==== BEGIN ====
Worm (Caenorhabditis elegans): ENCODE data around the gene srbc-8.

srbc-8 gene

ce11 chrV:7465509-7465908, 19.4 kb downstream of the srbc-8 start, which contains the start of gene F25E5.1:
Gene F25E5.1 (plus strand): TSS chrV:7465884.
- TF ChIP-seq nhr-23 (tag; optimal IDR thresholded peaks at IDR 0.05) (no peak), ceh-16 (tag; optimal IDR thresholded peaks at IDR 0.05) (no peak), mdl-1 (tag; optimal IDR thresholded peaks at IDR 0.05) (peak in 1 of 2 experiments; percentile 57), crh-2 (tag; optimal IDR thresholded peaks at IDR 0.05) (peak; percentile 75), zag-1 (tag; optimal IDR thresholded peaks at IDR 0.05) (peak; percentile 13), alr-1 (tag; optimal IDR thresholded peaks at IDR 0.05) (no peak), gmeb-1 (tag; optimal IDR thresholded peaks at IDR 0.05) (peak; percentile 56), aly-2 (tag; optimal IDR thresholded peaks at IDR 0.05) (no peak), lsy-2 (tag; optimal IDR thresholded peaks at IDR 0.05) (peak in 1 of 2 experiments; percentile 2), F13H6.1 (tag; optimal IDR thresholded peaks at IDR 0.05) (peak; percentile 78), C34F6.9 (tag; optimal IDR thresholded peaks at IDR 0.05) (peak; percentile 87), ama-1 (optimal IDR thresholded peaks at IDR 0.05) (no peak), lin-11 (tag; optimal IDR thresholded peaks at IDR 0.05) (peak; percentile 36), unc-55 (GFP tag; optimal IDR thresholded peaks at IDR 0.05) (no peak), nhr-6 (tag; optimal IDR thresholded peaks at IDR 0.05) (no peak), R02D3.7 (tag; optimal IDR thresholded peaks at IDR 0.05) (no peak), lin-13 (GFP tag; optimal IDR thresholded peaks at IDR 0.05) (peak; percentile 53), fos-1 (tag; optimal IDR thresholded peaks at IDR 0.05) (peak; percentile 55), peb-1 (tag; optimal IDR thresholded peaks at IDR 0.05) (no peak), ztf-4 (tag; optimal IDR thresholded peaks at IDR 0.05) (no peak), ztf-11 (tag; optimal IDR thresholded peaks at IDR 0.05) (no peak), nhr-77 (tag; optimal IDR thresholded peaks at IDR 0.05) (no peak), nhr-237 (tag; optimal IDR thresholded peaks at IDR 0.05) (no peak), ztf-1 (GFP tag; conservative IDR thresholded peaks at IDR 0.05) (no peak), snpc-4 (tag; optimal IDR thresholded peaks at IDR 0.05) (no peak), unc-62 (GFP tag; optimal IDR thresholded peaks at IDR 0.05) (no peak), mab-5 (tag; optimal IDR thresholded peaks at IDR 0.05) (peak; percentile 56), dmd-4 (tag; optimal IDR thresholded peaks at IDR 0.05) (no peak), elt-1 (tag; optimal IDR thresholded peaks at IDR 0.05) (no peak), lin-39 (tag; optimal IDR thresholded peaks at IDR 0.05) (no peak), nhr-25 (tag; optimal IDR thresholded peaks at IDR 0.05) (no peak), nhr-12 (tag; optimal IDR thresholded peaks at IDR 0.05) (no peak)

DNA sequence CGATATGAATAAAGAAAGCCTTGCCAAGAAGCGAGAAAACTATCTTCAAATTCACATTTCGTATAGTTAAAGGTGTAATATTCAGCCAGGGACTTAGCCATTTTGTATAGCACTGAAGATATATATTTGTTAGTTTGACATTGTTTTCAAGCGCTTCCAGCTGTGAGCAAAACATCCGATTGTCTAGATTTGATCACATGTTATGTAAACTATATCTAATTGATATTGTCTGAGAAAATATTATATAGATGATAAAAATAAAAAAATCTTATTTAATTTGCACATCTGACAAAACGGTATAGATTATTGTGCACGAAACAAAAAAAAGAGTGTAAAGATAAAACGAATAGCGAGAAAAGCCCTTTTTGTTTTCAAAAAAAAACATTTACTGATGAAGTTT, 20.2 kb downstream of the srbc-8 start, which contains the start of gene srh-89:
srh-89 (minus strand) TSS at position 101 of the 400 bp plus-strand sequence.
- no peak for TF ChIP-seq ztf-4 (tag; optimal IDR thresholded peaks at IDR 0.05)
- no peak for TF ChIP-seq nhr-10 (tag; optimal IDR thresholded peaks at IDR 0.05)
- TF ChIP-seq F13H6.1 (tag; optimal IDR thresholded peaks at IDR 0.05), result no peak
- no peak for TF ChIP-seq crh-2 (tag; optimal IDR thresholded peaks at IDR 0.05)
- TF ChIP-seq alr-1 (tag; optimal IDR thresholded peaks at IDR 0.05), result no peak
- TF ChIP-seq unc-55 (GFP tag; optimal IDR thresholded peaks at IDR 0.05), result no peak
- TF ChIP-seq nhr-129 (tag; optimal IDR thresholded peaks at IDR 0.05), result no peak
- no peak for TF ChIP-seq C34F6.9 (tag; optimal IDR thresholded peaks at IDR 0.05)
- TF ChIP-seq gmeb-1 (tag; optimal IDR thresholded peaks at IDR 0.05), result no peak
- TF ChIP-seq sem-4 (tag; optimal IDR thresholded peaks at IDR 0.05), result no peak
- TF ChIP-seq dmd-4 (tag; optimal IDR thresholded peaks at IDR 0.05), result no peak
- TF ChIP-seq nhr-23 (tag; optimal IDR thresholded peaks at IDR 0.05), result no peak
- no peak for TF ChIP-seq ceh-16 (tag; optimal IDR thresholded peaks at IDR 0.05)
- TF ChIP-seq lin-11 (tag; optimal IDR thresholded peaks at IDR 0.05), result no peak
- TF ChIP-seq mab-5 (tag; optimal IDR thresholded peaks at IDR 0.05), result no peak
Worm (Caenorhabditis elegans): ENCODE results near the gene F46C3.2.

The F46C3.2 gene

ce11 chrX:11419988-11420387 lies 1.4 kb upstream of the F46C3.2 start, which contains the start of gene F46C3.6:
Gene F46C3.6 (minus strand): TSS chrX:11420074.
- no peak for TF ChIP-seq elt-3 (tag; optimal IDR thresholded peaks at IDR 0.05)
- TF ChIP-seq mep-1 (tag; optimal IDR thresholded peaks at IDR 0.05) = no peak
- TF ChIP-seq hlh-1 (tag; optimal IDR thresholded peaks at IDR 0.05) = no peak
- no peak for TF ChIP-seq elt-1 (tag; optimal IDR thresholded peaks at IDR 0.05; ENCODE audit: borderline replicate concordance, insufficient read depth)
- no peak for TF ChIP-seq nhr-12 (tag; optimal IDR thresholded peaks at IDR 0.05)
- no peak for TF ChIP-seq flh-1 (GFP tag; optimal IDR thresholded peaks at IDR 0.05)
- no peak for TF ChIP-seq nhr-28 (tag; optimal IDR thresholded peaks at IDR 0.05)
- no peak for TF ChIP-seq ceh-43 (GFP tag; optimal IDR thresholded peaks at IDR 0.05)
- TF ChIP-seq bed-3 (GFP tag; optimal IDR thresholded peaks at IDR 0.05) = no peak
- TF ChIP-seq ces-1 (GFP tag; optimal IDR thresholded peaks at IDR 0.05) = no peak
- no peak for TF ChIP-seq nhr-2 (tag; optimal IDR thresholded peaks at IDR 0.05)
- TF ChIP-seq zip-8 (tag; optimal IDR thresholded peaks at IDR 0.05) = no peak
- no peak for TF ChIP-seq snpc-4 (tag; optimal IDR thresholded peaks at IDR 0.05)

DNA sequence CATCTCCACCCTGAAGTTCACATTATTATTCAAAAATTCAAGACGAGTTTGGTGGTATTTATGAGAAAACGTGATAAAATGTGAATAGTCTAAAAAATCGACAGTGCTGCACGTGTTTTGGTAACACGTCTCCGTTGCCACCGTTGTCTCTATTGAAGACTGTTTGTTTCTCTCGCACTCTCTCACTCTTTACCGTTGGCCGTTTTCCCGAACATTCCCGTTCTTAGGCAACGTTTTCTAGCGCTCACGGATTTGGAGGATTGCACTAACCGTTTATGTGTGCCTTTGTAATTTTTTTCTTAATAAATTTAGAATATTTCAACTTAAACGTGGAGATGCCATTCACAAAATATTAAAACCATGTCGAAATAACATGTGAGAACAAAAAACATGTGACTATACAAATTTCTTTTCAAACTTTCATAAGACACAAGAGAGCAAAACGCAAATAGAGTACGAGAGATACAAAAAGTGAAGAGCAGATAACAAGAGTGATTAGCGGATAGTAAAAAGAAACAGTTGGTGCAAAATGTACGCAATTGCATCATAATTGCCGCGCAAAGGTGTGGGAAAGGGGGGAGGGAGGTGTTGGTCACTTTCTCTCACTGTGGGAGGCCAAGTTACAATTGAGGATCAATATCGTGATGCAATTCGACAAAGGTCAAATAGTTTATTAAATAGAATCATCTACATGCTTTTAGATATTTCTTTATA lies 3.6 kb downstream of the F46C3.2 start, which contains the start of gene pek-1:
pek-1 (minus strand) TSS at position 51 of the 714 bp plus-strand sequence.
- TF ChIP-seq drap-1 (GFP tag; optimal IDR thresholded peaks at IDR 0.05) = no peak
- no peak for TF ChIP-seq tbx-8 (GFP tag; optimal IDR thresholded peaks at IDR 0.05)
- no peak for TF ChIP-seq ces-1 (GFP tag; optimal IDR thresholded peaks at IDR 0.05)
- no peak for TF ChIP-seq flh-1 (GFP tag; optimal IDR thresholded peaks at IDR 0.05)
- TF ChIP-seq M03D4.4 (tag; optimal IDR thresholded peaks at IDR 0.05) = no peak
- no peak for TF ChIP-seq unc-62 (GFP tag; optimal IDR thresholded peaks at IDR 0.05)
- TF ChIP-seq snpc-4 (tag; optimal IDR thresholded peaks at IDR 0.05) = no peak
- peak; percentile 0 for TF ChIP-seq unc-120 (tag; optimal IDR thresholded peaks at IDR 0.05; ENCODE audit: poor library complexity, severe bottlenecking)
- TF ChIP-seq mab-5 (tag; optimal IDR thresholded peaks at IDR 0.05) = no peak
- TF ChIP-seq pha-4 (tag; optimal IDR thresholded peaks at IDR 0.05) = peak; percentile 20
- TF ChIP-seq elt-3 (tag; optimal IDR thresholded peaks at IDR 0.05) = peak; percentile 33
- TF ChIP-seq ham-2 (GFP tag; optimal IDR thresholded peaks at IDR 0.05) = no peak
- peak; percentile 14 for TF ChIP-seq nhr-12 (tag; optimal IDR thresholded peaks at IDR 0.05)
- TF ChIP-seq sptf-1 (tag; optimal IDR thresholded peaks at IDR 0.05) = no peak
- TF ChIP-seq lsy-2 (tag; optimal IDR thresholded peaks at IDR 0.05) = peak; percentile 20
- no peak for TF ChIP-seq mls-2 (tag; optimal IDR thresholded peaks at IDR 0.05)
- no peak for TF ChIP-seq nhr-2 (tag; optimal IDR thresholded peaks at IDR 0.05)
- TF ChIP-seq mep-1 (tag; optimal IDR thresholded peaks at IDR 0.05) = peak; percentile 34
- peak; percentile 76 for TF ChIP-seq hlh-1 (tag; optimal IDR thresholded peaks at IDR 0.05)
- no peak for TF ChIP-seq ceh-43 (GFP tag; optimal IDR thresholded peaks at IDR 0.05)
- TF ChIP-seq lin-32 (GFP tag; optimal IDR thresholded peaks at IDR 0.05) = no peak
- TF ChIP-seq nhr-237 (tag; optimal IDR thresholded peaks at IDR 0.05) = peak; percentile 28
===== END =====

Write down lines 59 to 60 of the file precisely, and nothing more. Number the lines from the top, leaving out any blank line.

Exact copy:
- TF ChIP-seq mep-1 (tag; optimal IDR thresholded peaks at IDR 0.05) = peak; percentile 34
- peak; percentile 76 for TF ChIP-seq hlh-1 (tag; optimal IDR thresholded peaks at IDR 0.05)